Is the Bullet Journal method right for you?
Bullet journals or BuJo for shorts have been the talk of the journaling world for a number of years now and for good reasons.
They have revolutionised the way we plan and sort our lives. They also offer a lot of flexibility in terms of what goes in them, and they can be as messy or pretty as you want them to be. Elaborate or plain, practical or decorative? It's really entirely up to the journal keeper.
But! Is the bullet journal method really a right fit for everyone?
I'm writing this as I made the decision NOT to keep a BuJo in 2023 and go back to a most conventional, pre-printed planner after 5 years of bullet journalling. Many of you came to my website and blog looking for BuJoing tips over the years, including where to find supplies in India and here I am, telling you all I'm giving up on Bullet Journalling. I have my reasons, and I'll explain further down, first I want to walk you through what the whole BuJo method is all about.
so, what is a bullet journal exactly?
A BuJo is a notebook in which you plan your life and schedule in a flexible way that works for you. Ryder Caroll the creator of the method and author of the book "The Bullet Journal Method" (Amazon affiliate link) explained his method in a nutshell in this YouTube video.
Of course his way is minimalist, basic and doesn't work for everyone, this is why many have gone further and Pinterest is now flooded with elaborate spreads and trackers and themes and ideas to make your BuJo work for you and reflect your personality. What it is though, no matter the look, is a flexible way to plan your life and track what is important to you. You might go through trials and errors trying to figure out what works and doesn't work, but all in all it's a great self discovery tool and cool way to keep track of your to-do list and habits your want to form. If the Swiss Army knife had a journal equivalent, it probably would be the Bullet Journal, because it can hold your appointment, tasks, help you track certain habits, reflect on your life and log things like things you are grateful for all in one place.
Does it have to look pretty?
Seeing all those super elaborate spreads on Pinterest and Instagram, you might be wondering if you are even cut out for it, or if it is worth your time at all, especially if you aren't artsy or creative enough to doodle and color pages of spreads to follow a theme. The good news, is you don't have to keep it visually pleasing, elaborate or intricate at all. The past 3 years I had less and less time to devote to doodling and relied on washi tape and stickers (which you can find free on the Freebie page).
You also do not have to do all the trackers and logs you find online, this method is meant to be tailored for your needs. So if you don't care about tracking your mood, you don't need to include a mood tracker at all.
the bullet journal method is a right fit if:
- Conventional planners limit you in anyway and never seem to have all the space you need to log things that matter to you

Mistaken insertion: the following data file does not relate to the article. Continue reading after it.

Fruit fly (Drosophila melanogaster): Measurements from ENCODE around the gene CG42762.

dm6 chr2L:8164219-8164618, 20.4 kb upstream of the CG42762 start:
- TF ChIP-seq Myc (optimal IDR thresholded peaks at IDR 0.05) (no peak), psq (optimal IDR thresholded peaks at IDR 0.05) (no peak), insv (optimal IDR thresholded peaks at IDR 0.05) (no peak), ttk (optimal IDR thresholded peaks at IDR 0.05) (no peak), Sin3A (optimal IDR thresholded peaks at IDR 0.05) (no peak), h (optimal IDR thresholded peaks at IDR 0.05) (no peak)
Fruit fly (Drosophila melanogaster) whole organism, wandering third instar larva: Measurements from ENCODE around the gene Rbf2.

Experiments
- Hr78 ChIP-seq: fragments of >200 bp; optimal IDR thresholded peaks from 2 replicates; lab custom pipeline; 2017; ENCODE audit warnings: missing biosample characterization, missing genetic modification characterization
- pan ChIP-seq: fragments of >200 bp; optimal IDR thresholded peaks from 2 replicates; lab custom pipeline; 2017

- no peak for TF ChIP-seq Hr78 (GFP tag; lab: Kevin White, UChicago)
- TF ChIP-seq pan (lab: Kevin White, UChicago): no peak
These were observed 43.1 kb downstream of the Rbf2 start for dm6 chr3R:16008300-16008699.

- If you want to have all the infos like expenses, personal growth and your daily schedule in one book
- If you are tracking certain habits in order to make change
- If you need something more visually appealing than a regular planner to remember things (some of us have a strong visual memory)
- If you like the idea of spending a few hours each months planning and decorating your BuJo and like to play with stickers, markers and washi tape but don't have time to keep a separate art journal.
here is why it no longer works for me
I love journalling, I love pretty pages, and I am absolutely ADDICTED to all things notebooks, but this year, I found the BuJo is no longer the right fit for me.
I got into so many different creative projects, that often, I feel like setting up visually appealing pages and weekly spreads that would help me plan my schedule is something I constantly postpone until the last minute and then I rush to get it done and it stresses the hell out of me. Over the years I also realised I don't care much about trackers, and I prefer writing my grateful moments, my successes and struggle in what I call my "life journal" and thanks to a busier schedule, I often myself find thrown between my BuJo and my other journal and I realised I'd much rather have time to write in said journal than work on my bullet journal, which has become more and more of a regular planner.
Over the years, conventional planners have evolved a lot and there are now many options that are super cute, visually appealing, come with notes pages and trackers pre-printed and the idea of no longer have to write all the dates and make all the spreads from scratch is a a very appealing thing to me. I need the visual, the doodles, the stickers and stuff to remember things, but I don't need to be the one creating it all from scratch. I'm in a place right now where the way my Bujo would need to look to be useful to me is also no longer saving me time but consuming huge chunks of it I'd rather spend doing something else. Plus I can still use washi tape and stickers in both a conventional planner and my life journal so the part I still like doing can be done in other notebooks.
All in all, I think it's entirely possible and acceptable to outgrow the bullet journal method and not feel like a failure or like you are missing out turning your back on it. It was fine while it worked for me, I grew a lot, had lots of fun, stayed on top of things, but now I have gone beyond and ready to try a different way to plan my daily tasks and log my appointment. If for any reasons the BuJo does not work for it, it's perfectly ok to move on to another system.